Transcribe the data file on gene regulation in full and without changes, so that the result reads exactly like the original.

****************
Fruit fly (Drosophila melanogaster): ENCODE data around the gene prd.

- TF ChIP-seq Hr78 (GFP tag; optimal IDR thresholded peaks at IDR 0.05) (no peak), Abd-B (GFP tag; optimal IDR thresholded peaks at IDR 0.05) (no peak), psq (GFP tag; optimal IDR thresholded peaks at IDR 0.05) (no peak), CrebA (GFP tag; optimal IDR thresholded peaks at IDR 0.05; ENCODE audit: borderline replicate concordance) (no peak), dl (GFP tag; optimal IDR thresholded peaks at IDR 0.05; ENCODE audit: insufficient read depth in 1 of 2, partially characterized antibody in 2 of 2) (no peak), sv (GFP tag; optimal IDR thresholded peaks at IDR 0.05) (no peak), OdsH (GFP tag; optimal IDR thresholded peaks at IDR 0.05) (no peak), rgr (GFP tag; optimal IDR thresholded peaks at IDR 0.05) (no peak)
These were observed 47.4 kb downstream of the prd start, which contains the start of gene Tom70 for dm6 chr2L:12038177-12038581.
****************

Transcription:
Fruit fly (Drosophila melanogaster): ENCODE data around the gene prd.

- TF ChIP-seq Hr78 (GFP tag; optimal IDR thresholded peaks at IDR 0.05) (no peak), Abd-B (GFP tag; optimal IDR thresholded peaks at IDR 0.05) (no peak), psq (GFP tag; optimal IDR thresholded peaks at IDR 0.05) (no peak), CrebA (GFP tag; optimal IDR thresholded peaks at IDR 0.05; ENCODE audit: borderline replicate concordance) (no peak), dl (GFP tag; optimal IDR thresholded peaks at IDR 0.05; ENCODE audit: insufficient read depth in 1 of 2, partially characterized antibody in 2 of 2) (no peak), sv (GFP tag; optimal IDR thresholded peaks at IDR 0.05) (no peak), OdsH (GFP tag; optimal IDR thresholded peaks at IDR 0.05) (no peak), rgr (GFP tag; optimal IDR thresholded peaks at IDR 0.05) (no peak)
These were observed 47.4 kb downstream of the prd start, which contains the start of gene Tom70 for dm6 chr2L:12038177-12038581.